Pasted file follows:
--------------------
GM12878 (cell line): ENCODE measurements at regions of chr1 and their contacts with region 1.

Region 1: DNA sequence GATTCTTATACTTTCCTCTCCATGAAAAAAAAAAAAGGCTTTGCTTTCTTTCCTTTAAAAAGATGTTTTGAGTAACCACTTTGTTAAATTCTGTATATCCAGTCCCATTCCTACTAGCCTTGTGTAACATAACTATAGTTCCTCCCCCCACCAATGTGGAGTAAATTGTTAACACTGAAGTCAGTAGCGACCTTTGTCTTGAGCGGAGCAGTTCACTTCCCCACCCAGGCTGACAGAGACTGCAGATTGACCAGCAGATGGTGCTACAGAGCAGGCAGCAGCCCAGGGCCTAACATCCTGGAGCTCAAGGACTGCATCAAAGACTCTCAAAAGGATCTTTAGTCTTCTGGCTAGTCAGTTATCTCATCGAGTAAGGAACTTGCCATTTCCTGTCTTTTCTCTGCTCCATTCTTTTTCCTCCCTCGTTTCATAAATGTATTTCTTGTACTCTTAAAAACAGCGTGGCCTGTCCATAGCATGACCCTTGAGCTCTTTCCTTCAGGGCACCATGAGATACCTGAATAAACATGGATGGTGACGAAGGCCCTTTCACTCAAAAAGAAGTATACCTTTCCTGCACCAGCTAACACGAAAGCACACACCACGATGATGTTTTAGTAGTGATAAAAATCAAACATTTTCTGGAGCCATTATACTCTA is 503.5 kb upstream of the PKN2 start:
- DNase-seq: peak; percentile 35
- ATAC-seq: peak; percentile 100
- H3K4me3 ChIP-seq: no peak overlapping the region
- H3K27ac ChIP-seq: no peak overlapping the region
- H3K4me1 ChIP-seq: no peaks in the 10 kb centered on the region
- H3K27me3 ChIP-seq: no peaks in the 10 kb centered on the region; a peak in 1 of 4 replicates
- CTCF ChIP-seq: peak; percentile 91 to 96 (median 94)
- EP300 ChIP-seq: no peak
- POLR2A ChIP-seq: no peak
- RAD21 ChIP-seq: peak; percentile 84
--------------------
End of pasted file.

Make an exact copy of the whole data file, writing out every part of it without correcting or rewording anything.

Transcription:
GM12878 (cell line): ENCODE measurements at regions of chr1 and their contacts with region 1.

Region 1: DNA sequence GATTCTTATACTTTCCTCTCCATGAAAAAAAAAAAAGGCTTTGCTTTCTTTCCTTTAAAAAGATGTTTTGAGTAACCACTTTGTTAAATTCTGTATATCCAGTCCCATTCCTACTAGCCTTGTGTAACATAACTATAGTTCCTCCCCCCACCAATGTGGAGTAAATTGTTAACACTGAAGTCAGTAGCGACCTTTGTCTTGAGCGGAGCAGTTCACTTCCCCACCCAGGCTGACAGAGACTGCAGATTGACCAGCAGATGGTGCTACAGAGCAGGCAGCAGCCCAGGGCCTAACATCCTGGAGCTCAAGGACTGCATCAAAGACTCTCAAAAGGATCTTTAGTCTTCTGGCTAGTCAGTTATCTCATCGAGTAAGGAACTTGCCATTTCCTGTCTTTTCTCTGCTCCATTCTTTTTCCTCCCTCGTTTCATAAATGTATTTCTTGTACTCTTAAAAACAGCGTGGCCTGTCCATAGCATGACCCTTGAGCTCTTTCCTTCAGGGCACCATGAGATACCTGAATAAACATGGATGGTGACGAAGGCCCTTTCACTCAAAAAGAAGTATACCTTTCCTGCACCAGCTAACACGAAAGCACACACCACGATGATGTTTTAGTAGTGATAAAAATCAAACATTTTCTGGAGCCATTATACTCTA is 503.5 kb upstream of the PKN2 start:
- DNase-seq: peak; percentile 35
- ATAC-seq: peak; percentile 100
- H3K4me3 ChIP-seq: no peak overlapping the region
- H3K27ac ChIP-seq: no peak overlapping the region
- H3K4me1 ChIP-seq: no peaks in the 10 kb centered on the region
- H3K27me3 ChIP-seq: no peaks in the 10 kb centered on the region; a peak in 1 of 4 replicates
- CTCF ChIP-seq: peak; percentile 91 to 96 (median 94)
- EP300 ChIP-seq: no peak
- POLR2A ChIP-seq: no peak
- RAD21 ChIP-seq: peak; percentile 84